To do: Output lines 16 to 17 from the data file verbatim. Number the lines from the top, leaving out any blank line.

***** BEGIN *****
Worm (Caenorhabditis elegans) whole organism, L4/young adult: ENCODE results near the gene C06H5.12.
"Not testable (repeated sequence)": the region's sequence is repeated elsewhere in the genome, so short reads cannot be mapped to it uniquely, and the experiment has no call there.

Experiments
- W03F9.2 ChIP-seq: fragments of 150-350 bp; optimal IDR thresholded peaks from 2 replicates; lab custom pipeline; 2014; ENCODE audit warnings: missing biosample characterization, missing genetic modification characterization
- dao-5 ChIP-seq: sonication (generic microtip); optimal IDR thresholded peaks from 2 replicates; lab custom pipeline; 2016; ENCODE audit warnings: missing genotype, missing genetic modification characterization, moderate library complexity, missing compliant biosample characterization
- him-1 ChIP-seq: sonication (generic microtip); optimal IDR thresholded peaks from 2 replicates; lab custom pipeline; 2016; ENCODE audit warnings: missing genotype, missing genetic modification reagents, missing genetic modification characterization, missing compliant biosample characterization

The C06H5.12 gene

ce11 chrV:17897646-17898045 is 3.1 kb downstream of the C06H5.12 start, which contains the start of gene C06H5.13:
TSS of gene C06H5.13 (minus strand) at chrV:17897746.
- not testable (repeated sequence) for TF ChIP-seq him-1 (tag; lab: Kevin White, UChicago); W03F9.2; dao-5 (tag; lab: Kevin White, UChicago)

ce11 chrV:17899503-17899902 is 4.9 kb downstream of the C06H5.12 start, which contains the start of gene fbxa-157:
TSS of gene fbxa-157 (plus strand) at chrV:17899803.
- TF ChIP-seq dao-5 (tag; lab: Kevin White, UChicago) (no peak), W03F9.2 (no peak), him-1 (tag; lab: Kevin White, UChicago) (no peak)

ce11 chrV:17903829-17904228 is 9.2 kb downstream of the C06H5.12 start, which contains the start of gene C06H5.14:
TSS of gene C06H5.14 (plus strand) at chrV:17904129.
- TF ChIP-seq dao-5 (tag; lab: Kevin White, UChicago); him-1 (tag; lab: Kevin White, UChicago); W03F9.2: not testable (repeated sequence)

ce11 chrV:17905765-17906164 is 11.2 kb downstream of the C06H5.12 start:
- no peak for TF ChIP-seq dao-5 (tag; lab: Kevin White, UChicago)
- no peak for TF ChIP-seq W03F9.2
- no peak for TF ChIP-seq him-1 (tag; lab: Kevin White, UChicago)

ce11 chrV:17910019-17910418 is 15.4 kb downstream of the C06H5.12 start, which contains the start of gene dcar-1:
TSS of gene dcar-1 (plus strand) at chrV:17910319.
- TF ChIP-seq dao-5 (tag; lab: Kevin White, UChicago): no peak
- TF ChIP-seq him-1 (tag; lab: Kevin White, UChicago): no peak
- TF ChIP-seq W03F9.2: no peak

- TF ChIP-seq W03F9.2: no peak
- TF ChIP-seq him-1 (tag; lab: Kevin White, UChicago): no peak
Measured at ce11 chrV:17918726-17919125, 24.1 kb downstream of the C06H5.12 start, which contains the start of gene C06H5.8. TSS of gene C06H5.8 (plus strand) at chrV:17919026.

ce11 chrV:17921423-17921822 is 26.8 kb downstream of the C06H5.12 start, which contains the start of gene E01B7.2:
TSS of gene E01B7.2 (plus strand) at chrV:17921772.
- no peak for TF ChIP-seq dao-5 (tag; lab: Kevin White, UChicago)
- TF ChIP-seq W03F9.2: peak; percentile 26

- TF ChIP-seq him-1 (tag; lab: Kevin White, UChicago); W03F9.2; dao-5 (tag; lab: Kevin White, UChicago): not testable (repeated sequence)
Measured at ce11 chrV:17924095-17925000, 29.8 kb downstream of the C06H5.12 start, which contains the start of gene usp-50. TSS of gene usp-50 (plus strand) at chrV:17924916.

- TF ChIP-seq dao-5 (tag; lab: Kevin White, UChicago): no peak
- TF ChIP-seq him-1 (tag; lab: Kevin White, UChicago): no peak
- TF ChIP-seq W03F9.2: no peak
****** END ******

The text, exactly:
- TF ChIP-seq dao-5 (tag; lab: Kevin White, UChicago); him-1 (tag; lab: Kevin White, UChicago); W03F9.2: not testable (repeated sequence)

ce11 chrV:17905765-17906164 is 11.2 kb downstream of the C06H5.12 start: